Computer Science

From Birds to Boards

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Science  20 Oct 2006:
Vol. 314, Issue 5798, pp. 389
DOI: 10.1126/science.314.5798.389b

One way to simulate a complex phenomenon such as the flocking of birds is to build a detailed computer model that incorporates the motion of all individuals as well as rules for their interaction. Many aspects of the underlying mechanisms must be incorporated into the program from the start, and such a system could be susceptible to wildly nonlinear outcomes. An alternative is to build a large number of autonomous entities having no central controller, and then allow the collective behavior to emerge over time through trial and error. As Liu and Tsui explain, such computing models have been labeled “nature-inspired” because they are truly analogous to the way birds flock or ants in a colony engage in purposeful collective behavior. The basic entities in such a model (which could be either software modules or actual hardware robots with internal software) are self-organized, most strongly influenced by local interactions, and capable of adapting their behavior in response to a changing environment. These emergent adaptive computing systems may find applications in studies of such complex collections of interacting entities as the human immune system, economic markets, or ecological communities. — DV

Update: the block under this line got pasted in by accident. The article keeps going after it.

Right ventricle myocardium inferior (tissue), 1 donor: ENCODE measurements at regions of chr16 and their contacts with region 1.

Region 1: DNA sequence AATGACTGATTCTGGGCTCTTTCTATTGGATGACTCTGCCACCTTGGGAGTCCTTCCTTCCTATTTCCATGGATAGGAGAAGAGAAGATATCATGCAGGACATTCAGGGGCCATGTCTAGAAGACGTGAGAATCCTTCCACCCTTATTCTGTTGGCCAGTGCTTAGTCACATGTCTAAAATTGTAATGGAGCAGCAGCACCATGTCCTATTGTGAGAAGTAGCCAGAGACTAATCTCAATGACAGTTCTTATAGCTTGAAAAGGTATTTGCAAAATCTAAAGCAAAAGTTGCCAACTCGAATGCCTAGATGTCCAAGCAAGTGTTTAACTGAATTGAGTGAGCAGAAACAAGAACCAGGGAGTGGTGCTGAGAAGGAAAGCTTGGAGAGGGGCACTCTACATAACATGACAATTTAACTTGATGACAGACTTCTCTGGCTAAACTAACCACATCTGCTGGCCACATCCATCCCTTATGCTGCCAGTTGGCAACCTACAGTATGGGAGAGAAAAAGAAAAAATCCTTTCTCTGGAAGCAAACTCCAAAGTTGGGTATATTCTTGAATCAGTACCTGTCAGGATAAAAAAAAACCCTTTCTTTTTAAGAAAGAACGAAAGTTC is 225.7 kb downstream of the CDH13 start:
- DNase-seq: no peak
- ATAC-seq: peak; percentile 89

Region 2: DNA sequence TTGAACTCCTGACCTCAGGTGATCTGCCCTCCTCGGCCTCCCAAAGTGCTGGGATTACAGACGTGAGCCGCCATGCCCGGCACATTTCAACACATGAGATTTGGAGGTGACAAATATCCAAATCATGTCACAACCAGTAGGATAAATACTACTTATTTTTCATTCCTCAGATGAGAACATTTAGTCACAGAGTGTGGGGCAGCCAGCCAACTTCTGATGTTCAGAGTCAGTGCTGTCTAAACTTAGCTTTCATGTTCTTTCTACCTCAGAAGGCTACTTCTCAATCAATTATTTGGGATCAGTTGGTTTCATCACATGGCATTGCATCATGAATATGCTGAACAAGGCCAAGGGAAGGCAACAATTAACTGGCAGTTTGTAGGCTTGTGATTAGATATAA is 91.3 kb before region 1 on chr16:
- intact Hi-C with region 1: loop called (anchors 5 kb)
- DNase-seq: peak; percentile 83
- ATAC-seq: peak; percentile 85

Commun. ACM 49, 59 (2006).

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